This article is over 5 years old

Houston Matters

UH Researcher Looks To Reshape The Way Plastics Are Born, Live, And Die

Dr. Megan Robertson from the University of Houston talks about her research looking to create plastics that perform better when they’re being used — and when they’re done being used.



To embed this piece of audio in your site, please use this code:

<iframe src="" style="height: 115px; width: 100%;"></iframe>

Nearly 80 percent of all plastics ever made have ended up in landfills or the natural environment, like our oceans. That's according to a recent study from the peer-reviewed journal Science Advances. The study says only nine percent of the plastics ever made have been recycled.

To address the problem, researchers are working to create new plastics that biodegrade easier once they end up in the environment or that can be recycled easier. One of those researchers is Dr. Megan Robertson. She's an associate professor of chemical and biomolecular engineering at the University of Houston.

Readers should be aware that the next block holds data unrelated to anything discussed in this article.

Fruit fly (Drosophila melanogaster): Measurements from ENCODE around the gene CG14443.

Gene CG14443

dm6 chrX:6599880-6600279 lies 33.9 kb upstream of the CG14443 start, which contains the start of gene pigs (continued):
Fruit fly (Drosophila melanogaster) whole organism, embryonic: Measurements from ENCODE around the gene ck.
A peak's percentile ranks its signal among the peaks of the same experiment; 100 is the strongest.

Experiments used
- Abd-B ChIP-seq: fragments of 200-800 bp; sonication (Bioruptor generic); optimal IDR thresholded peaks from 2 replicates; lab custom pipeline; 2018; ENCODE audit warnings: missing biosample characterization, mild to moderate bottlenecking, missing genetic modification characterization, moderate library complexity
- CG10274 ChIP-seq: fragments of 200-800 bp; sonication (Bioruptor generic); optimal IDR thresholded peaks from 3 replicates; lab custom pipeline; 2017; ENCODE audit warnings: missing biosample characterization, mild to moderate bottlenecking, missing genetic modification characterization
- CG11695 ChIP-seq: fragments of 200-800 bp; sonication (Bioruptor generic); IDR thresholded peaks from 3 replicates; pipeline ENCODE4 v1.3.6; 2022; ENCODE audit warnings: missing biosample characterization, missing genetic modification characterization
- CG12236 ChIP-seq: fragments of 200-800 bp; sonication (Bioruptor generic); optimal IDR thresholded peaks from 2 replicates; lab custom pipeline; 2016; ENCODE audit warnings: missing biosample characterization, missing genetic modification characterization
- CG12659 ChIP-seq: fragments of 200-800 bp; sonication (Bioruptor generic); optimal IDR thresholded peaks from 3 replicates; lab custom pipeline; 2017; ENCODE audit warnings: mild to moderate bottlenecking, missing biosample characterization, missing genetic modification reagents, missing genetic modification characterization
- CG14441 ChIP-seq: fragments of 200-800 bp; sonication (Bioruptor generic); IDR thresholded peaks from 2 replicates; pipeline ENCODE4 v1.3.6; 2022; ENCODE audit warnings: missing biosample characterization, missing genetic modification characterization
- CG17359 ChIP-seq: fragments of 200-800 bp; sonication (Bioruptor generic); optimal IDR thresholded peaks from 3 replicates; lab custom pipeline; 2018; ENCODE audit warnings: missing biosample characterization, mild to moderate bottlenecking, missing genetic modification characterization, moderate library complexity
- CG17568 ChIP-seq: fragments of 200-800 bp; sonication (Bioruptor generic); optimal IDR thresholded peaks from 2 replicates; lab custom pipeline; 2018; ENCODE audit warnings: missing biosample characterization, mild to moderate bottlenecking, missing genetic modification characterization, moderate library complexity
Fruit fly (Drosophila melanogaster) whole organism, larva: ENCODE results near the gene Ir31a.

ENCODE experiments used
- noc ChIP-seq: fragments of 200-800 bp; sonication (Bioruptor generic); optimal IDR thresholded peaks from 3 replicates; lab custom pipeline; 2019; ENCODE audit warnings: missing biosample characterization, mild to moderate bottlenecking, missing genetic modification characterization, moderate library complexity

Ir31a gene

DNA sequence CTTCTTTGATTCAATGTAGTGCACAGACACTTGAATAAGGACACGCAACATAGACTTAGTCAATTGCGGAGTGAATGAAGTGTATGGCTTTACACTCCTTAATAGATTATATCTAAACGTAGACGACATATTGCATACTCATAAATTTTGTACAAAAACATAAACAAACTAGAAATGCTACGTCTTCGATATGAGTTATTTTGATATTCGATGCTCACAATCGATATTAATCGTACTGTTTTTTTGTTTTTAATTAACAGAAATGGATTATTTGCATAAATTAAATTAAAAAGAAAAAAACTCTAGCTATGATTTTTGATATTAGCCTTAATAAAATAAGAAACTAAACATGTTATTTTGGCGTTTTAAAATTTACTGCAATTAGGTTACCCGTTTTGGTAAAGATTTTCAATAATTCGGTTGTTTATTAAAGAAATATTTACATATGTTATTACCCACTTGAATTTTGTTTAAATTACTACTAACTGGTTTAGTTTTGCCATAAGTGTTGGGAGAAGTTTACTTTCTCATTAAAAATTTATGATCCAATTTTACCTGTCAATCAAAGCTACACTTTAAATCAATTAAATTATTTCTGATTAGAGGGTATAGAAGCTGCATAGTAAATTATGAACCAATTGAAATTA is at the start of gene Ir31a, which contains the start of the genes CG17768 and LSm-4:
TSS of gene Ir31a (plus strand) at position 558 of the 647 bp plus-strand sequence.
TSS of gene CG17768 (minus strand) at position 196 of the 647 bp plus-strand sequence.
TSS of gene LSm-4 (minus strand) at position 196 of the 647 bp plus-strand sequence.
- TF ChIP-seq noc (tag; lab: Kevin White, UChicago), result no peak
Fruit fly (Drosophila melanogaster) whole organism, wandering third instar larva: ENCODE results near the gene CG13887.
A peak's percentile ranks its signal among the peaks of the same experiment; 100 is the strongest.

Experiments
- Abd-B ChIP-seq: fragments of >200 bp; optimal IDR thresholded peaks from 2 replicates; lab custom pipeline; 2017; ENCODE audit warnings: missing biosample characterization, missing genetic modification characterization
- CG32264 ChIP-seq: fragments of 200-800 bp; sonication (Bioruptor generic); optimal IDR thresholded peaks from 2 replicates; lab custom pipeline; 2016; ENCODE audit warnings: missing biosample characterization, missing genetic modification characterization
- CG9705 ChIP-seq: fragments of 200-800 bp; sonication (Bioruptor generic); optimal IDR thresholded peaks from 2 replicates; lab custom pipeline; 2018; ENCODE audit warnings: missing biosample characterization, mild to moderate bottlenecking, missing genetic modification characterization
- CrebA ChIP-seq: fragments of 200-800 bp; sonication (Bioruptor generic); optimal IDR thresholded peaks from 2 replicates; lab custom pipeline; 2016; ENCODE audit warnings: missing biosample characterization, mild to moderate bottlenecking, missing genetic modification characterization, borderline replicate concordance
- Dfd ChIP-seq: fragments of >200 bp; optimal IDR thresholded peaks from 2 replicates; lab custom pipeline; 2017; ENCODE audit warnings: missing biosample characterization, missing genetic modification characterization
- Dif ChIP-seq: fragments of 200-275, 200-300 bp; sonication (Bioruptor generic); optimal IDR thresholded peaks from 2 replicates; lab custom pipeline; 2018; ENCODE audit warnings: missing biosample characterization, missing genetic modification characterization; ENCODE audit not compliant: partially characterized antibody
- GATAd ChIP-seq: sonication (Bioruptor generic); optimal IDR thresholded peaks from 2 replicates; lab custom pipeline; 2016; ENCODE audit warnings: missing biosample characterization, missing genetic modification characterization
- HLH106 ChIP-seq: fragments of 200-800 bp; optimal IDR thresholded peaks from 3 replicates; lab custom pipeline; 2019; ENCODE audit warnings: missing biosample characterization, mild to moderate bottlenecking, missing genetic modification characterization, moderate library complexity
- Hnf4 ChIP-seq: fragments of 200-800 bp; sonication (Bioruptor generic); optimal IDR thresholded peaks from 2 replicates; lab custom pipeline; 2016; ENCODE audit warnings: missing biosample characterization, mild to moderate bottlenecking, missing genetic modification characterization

Robertson says researchers want to create new materials that can have a so-called green birth, green life, and green death. By green birth, Robertson says scientists want to create new polymers that come from more environmentally friendly sources, such as plants. Most plastics today are created from petroleum.

Dr. Megan Robertson researches potential new plastics at the University of Houston.

By green life, she says researchers want to create new materials that last longer and work better – all while having a less negative impact on the environment while in use.

And, by green death, she says researchers like herself want to create materials that will have less damaging effects once their life is over.

Robertson says her research has developed some new materials that will break down under the right chemical process. That means a new chemical recycling process could be used on them. She's also worked on some materials that can be reshaped under the right heat and therefore repurposed.

She talks with Houston Matters producer Michael Hagerty about her work and the quest to reinvent the way plastics are born, live, and die.

Today in Houston Newsletter Signup
We're in the process of transitioning services for our Today in Houston newsletter. If you'd like to sign up now, fill out the form below and we will add you as soon as we finish the transition. **Please note** If you are already signed up for the newsletter, you do not need to sign up again. Your subscription will be migrated over.